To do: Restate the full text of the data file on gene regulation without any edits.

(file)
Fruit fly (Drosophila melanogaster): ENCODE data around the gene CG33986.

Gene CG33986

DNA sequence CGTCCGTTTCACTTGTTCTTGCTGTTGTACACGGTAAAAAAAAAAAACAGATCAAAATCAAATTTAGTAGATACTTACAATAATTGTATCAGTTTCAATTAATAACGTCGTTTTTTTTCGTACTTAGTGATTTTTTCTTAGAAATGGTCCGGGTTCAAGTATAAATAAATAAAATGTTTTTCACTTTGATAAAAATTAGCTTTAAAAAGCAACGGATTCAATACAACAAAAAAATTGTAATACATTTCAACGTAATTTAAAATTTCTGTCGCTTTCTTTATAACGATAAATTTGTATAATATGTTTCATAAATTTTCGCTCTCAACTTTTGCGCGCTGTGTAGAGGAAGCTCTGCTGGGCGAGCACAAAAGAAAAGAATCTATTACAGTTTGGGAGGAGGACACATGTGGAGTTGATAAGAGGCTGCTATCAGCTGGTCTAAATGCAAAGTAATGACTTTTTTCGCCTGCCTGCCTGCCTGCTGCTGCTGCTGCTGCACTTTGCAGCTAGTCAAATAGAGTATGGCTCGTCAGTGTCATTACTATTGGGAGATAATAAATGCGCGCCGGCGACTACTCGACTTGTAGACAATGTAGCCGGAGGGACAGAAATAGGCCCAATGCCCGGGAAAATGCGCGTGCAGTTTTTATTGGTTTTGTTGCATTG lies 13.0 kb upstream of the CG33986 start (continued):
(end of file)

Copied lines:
Fruit fly (Drosophila melanogaster): ENCODE data around the gene CG33986.

Gene CG33986

DNA sequence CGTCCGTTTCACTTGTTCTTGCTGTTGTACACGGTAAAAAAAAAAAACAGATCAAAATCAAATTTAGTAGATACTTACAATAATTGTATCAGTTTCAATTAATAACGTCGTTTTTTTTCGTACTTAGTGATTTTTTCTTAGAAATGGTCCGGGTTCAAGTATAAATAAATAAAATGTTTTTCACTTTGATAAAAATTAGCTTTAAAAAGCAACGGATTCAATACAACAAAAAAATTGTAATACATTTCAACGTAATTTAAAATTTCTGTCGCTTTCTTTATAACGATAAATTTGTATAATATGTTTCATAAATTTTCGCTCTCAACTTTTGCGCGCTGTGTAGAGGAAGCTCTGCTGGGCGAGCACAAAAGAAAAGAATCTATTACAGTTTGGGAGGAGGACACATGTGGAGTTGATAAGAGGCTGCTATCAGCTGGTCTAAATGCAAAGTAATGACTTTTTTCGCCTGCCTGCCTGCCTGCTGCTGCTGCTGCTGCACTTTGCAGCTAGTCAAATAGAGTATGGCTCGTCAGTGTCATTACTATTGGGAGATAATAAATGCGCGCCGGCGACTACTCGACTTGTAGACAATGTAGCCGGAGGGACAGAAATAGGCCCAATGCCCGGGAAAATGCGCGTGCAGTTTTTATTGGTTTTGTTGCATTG lies 13.0 kb upstream of the CG33986 start (continued):